Indy 500 gets underway
INDIANAPOLIS (Reuters) - The 96th Indianapolis 500 blasted into action on Sunday on a steaming hot day in America's Midwest after an emotional tribute to last year's winner Dan Wheldon.
A massive crowd, estimated at around a quarter of a million, let out a mighty roar when the green flag was dropped and the 33 cars sped away for the first of 200 laps on the sprawling oval track.
Australian Ryan Briscoe started from pole position after setting the fastest time in qualifying and was joined on the front row of the grid by Canada's James Hinchcliffe and American Ryan Hunter-Reay.
Marco Andretti, bidding to end his family's apparent curse in the race, was on the second row alongside Australia's Will Power, the current IndyCar series leader, and three-time Indy 500 winner Helio Castroneves of Brazil.
The field included eight rookies, three women and two ex-Formula One drivers, Brazilian Rubens Barrichello and Jean Alesi of France, and drivers from 11 different countries, the United States, Canada, Australia, New Zealand, Japan, Mexico, France, Spain, Venezuela, Brazil and Switzerland.
There were three former champions in Castroneves, bidding to become just the fourth four-time winner, Briton Dario Franchitti and New Zealand's Scott Dixon.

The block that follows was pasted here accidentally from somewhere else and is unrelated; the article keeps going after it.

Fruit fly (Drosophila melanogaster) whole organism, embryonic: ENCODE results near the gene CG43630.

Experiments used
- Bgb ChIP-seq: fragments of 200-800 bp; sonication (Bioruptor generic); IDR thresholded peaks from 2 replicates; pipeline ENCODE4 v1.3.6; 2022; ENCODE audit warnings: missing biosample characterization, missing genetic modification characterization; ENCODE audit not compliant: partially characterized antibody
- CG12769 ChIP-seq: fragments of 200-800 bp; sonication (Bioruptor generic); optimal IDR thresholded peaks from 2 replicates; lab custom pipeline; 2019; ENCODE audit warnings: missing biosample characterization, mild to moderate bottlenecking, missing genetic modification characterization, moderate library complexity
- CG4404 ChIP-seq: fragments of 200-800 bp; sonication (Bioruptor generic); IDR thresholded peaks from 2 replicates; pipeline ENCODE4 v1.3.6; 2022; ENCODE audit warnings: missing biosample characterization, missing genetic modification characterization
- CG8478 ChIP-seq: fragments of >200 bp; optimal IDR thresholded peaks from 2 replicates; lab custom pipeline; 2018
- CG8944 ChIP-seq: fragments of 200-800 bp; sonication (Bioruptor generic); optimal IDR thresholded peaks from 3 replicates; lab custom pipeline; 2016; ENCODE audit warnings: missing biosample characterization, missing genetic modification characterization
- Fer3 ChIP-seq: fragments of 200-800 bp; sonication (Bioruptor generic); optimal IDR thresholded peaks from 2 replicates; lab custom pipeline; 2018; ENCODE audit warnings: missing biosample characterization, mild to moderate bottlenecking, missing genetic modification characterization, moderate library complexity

This year's race is one of the most open and unpredictable in years and was shaping up as grueling test for both the drivers and their cars with temperatures forecast to reach 95 degrees Fahrenheit (35 degrees Celsius).
Part of the race's enduring appeal is that it is steeped in tradition and once again the race was preceded by the singing of "Back Home in Indiana Again" and the eventual winner was expected to follow custom by kissing the bricks and slugging milk.
Before Sunday's race, the sport paused to remember Wheldon, the popular Englishman who was killed in a horrific crash in Las Vegas in October.
His tragic death continues to cast a dark pall over the sport and has added a somber sense to this year's race.
The car he won in 12 months ago, was driven on a lap of honour, serving both as a tribute to him and a stark reminder of the dangers the drivers face when hurtling around the track at speeds of 220 mph (350 km/h).
(Editing by Gene Cherry)
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